Memory-chip prices set to rise with DRAM demand in Q2

Orders from contract PC makers would raise commodity prices

Taiwan’s largest computer memory chipmaker on Tuesday forecast a jump in demand for its components in the second quarter of the year as orders from contract computer manufacturers pick up, heralding an all-but-certain DRAM price hikes.

Powerchip Semiconductor Chairman Frank Huang said that between April and June demand for DRAM -- dynamic random-access memory -- would exceed supply, Taiwan's Economic Daily News reported.

"Based on what our OEM clients tell us, we would forecast second-quarter growth,” said Powerchip spokesman Eric Tang. “But the picture is changing very fast, so we don’t have any solid figures yet.”

If memory chip prices rise, computer prices would follow, analysts say. Earlier in the month, prices for commodity 1Gb DDR3 DRAM chips fell to a one-year low, close to their cheapest ever, due to post-holiday oversupply.

PC makers typically spend about 10 percent, or $20 to $36, of a PC's total manufacturing cost on DRAM. Lower DRAM prices sometimes motivate PC manufacturers to cut prices or to offer improved performance for the same price by adding more memory, the amount of which is key to the overall performance of a computer.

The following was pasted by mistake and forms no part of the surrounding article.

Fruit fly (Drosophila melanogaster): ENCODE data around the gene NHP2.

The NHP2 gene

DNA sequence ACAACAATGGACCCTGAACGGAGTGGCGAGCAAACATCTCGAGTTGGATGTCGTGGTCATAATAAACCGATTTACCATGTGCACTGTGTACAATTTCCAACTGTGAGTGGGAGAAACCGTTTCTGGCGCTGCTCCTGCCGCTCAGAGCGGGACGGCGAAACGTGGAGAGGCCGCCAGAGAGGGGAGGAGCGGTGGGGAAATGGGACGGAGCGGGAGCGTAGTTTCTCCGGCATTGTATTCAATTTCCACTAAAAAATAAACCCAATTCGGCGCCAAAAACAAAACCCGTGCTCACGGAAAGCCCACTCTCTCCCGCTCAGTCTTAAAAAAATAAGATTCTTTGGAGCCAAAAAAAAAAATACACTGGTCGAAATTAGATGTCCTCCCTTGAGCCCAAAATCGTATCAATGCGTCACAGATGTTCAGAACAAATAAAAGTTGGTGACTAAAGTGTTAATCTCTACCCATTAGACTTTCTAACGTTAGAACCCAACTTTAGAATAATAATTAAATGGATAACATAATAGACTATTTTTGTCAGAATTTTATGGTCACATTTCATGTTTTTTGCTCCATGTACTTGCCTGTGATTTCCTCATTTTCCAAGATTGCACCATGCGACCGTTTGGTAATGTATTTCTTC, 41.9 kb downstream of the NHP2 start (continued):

Prices had dropped to an average of $0.84 per unit from around $2.80 in April and May last year, according to the Taipei-based trading platform DRAMeXchange. But they are due to rise 20 to 25 percent in the second quarter "mainly because of an increase in content per box, stock inventory, and overall demand," it said in a statement on Tuesday.

"We think the prices are pretty much at the lower end, because prices are almost at the cash cost and very close to the lowest point of last price decline," the statement said.

In mid-2010 demand for the memory chips raised fears of a supply shortage.

Powerchip, with an annual capacity of 130,000 wafers, shares the world DRAM market with other major players such as Elpida Memory, Micron Technology and Samsung Electronics.

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Ralph Jennings

IDG News Service
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